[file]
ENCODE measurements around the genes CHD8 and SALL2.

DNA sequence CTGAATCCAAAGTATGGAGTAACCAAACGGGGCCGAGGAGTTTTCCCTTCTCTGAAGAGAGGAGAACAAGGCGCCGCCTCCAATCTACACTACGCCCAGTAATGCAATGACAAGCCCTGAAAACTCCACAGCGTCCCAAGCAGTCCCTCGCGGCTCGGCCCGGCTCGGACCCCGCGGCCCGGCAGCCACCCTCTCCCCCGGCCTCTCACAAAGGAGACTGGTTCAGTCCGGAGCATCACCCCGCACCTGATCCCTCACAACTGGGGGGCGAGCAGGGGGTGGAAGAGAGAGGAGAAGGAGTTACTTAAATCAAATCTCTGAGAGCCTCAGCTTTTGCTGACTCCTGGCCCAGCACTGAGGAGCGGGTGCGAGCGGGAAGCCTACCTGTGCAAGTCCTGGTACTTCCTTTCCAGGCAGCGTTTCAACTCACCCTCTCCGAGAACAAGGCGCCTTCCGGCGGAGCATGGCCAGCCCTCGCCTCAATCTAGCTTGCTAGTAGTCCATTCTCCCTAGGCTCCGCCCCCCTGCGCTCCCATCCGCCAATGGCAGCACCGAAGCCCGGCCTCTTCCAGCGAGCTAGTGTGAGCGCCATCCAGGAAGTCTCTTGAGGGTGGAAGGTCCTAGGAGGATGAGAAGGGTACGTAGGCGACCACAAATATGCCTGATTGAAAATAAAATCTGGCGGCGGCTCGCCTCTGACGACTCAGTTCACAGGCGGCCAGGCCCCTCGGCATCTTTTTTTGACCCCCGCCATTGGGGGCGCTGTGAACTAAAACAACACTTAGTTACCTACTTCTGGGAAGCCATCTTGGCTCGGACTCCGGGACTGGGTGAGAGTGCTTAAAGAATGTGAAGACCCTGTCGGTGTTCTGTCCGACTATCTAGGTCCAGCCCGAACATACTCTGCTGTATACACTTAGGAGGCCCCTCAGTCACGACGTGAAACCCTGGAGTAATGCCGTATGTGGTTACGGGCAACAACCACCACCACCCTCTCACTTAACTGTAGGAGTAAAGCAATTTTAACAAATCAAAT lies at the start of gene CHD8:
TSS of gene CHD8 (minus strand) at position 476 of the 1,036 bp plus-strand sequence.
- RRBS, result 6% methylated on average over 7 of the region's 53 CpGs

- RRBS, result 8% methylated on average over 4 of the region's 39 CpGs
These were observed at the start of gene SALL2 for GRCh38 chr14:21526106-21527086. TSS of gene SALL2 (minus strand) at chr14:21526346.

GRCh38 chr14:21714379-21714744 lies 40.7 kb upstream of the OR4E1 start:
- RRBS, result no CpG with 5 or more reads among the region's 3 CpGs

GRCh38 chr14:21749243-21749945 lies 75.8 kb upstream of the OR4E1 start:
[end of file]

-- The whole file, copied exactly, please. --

ENCODE measurements around the genes CHD8 and SALL2.

DNA sequence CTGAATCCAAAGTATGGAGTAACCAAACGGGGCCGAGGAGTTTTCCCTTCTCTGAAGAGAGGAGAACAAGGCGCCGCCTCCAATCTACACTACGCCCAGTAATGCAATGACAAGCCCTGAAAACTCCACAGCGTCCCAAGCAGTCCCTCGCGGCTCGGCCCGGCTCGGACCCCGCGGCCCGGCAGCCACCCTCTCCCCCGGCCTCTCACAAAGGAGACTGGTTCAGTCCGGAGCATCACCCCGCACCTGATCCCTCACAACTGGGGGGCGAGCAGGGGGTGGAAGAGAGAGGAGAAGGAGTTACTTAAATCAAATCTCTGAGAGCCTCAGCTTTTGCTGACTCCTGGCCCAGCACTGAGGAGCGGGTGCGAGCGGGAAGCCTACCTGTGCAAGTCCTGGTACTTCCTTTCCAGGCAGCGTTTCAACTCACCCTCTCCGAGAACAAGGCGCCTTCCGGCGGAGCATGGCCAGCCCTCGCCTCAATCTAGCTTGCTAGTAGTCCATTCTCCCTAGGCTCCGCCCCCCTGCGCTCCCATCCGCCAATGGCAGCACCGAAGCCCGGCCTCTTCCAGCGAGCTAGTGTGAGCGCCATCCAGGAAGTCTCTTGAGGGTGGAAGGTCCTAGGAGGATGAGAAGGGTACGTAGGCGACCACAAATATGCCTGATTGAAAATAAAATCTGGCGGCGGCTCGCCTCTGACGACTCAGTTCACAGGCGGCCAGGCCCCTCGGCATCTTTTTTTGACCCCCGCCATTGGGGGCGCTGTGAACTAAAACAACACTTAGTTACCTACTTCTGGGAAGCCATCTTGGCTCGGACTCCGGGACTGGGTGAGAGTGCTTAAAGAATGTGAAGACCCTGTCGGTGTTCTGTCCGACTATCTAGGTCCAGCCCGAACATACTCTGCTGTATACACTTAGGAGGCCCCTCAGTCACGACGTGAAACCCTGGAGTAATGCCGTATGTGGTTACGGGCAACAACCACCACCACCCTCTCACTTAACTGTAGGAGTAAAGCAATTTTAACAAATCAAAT lies at the start of gene CHD8:
TSS of gene CHD8 (minus strand) at position 476 of the 1,036 bp plus-strand sequence.
- RRBS, result 6% methylated on average over 7 of the region's 53 CpGs

- RRBS, result 8% methylated on average over 4 of the region's 39 CpGs
These were observed at the start of gene SALL2 for GRCh38 chr14:21526106-21527086. TSS of gene SALL2 (minus strand) at chr14:21526346.

GRCh38 chr14:21714379-21714744 lies 40.7 kb upstream of the OR4E1 start:
- RRBS, result no CpG with 5 or more reads among the region's 3 CpGs

GRCh38 chr14:21749243-21749945 lies 75.8 kb upstream of the OR4E1 start: